make test
After executing make test, you can run a Sacado speed tests by executing the command ./sacado; see speed_main for the meaning of the command line options to this program.

If the command line argument tape_addr_type is present, it specifies the type used for address in the AD recordings (tapes). The valid values for this argument are unsigned short int, unsigned int, size_t. The smaller the value of sizeof(tape_addr_type) , the less memory is used. On the other hand, the value
std::numeric_limits<
must be larger than any of the following: size_op , size_op_arg , size_par , size_par , size_par .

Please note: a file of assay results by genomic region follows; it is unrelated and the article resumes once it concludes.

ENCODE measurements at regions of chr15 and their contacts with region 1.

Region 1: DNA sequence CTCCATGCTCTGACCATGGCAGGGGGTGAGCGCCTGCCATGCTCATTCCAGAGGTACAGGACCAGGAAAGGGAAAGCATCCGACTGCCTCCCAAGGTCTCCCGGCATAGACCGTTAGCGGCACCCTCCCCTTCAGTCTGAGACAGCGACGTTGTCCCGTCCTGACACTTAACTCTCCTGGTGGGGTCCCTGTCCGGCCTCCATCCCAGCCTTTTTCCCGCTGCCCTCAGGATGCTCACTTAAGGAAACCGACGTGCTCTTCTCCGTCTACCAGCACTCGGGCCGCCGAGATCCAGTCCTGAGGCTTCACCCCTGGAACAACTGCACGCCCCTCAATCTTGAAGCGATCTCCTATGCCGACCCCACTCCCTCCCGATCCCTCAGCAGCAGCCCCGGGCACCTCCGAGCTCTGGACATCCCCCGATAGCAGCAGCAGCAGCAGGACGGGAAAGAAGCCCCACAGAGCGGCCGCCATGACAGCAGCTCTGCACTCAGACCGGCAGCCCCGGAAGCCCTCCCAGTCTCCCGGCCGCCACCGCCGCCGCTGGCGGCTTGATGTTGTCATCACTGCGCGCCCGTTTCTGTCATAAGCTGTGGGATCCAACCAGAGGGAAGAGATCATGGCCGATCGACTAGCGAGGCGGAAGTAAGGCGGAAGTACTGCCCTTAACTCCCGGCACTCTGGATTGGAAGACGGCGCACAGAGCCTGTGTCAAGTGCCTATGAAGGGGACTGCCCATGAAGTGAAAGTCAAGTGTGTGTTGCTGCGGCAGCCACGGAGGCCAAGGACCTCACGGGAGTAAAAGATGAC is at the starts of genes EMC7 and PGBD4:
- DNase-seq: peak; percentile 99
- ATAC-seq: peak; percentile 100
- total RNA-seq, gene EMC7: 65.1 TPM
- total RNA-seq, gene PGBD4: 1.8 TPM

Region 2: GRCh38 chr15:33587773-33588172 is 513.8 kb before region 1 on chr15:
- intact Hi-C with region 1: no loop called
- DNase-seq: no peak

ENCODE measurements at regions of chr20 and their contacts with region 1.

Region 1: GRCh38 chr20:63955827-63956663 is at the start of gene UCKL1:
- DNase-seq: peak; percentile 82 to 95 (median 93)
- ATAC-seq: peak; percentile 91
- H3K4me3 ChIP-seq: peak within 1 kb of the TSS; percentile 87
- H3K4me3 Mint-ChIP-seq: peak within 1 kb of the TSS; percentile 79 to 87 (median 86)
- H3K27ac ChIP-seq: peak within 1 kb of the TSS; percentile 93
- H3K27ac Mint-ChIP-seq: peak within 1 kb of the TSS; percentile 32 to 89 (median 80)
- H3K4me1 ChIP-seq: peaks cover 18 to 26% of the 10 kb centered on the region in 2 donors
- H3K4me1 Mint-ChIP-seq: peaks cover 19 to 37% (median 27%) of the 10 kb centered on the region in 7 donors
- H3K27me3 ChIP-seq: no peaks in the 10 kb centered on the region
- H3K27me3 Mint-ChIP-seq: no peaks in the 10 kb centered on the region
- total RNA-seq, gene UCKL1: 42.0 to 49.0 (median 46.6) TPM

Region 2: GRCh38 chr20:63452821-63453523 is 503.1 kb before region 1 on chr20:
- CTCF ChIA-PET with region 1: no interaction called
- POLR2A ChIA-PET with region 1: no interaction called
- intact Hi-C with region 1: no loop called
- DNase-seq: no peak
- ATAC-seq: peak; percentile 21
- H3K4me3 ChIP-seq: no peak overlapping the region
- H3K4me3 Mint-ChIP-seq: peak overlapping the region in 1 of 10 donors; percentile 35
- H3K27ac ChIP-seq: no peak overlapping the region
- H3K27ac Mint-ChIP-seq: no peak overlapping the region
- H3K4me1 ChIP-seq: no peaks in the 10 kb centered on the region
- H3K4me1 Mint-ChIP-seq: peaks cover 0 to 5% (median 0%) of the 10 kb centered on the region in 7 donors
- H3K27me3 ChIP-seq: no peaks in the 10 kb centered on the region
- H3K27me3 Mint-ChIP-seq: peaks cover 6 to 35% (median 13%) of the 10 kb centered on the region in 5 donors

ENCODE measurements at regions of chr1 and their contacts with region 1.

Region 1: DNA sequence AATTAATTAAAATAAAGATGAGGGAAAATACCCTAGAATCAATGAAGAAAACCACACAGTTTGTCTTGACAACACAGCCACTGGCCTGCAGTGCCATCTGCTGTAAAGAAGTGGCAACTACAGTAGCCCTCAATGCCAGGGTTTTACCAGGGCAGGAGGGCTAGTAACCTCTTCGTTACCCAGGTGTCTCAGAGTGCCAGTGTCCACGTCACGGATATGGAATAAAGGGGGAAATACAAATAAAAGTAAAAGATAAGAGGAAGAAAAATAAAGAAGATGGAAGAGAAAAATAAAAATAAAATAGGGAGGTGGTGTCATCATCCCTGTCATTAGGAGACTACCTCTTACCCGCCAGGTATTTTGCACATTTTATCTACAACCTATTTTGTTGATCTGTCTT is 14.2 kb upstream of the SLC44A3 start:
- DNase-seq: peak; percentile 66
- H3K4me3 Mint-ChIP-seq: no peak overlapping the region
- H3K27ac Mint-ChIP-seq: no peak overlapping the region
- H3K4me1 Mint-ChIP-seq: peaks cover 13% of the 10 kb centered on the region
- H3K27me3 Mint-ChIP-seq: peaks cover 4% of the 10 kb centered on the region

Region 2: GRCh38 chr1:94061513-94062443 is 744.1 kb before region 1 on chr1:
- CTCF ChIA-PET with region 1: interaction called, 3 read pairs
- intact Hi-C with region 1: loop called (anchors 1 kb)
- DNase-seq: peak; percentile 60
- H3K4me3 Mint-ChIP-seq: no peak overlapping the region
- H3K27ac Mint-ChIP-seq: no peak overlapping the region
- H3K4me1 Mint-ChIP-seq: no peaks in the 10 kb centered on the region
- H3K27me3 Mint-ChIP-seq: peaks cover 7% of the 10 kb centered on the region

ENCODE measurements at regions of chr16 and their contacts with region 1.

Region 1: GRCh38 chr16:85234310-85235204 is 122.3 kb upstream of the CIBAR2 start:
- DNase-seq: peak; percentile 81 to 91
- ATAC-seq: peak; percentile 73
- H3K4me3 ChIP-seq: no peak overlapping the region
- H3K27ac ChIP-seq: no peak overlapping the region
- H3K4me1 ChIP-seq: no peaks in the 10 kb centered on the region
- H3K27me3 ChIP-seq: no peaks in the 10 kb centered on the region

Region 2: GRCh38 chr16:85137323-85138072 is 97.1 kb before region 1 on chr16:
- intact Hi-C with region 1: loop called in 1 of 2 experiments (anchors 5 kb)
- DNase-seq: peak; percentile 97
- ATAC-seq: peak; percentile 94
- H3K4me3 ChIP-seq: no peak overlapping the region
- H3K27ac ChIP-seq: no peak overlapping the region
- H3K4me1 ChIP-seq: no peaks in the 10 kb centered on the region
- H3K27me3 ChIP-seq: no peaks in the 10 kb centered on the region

tape_id_type
If the command line argument tape_id_type is present, it specifies the type used for identifying tapes. The valid values for this argument are unsigned short int, unsigned int, size_t. The smaller the value of sizeof(tape_id_type) , the less memory is used. On the other hand, the value
std::numeric_limits<
tape_id_type>::max()
must be larger than the maximum number of tapes per thread times max_num_threads .

make install
Once you are satisfied that the tests are giving correct results, you can install CppAD into easy to use directories by executing the command

make install
This will install CppAD in the location specified by prefix_dir . You must have permission to write in the prefix_dir directory to execute this command. You may optionally specify a destination directory for the install; i.e.,
make install DESTDIR=
DestinationDirectory

Input File: omh/install/autotools.omh